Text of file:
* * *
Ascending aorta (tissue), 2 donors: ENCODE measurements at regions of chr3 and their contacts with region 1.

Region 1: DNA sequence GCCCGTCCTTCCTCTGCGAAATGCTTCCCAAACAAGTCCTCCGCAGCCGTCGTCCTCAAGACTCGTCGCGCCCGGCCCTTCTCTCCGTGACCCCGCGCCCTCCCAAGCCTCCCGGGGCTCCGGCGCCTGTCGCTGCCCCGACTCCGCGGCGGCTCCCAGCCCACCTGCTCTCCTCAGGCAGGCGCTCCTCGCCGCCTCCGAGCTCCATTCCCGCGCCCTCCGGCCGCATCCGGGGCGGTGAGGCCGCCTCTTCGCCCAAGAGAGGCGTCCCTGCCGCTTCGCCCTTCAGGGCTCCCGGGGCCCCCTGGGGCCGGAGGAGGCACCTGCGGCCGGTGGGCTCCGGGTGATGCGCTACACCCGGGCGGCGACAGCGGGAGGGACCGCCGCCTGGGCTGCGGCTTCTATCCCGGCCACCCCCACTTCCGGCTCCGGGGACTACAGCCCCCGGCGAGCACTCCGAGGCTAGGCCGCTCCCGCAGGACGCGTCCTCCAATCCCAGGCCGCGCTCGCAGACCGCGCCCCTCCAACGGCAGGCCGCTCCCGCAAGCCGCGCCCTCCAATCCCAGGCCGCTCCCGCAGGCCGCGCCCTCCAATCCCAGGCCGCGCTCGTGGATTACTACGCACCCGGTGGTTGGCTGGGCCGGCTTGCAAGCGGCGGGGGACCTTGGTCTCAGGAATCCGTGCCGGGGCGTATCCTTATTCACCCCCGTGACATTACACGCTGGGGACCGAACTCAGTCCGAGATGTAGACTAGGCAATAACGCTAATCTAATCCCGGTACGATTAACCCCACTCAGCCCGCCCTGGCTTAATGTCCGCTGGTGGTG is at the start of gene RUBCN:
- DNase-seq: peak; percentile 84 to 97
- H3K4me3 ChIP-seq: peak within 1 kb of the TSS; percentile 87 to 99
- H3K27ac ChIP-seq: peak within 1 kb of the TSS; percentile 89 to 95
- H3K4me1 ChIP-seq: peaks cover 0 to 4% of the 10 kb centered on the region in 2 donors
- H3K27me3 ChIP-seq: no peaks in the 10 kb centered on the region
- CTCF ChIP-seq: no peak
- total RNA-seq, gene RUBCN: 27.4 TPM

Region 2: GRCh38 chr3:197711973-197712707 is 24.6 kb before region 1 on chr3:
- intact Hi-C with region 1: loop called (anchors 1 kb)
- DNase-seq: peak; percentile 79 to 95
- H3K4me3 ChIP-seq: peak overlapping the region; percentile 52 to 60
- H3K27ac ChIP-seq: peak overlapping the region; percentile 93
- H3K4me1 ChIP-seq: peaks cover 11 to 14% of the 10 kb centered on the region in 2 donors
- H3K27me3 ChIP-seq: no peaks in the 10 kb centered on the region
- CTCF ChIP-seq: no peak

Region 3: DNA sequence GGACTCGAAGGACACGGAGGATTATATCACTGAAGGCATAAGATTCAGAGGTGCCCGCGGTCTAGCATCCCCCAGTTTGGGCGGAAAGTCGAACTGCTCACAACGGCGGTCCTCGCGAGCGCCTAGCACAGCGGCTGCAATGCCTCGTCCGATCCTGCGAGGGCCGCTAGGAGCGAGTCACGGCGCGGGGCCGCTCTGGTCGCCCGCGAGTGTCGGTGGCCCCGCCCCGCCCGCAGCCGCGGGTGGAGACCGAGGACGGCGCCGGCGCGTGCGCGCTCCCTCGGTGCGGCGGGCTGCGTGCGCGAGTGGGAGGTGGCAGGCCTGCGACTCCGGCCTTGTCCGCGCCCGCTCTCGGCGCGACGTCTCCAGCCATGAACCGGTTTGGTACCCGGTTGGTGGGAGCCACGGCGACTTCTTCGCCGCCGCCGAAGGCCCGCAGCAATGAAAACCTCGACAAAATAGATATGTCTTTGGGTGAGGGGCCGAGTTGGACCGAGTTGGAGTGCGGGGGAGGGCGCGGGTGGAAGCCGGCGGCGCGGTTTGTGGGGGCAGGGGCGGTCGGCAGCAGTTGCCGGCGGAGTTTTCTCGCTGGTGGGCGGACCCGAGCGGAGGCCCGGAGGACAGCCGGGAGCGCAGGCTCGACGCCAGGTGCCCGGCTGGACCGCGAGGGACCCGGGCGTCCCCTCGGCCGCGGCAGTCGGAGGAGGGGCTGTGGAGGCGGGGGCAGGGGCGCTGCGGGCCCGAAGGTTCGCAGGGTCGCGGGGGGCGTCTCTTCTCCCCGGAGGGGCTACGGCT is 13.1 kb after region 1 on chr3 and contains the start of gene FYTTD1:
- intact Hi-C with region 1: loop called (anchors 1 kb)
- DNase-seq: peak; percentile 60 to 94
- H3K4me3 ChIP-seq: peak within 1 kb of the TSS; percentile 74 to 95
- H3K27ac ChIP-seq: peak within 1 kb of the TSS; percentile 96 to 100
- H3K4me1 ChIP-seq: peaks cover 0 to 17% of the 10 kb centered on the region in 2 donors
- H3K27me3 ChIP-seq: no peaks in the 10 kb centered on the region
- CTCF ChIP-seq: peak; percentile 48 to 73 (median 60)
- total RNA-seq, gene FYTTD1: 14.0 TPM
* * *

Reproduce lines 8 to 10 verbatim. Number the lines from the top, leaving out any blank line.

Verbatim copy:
- CTCF ChIP-seq: no peak
- total RNA-seq, gene RUBCN: 27.4 TPM

Region 2: GRCh38 chr3:197711973-197712707 is 24.6 kb before region 1 on chr3: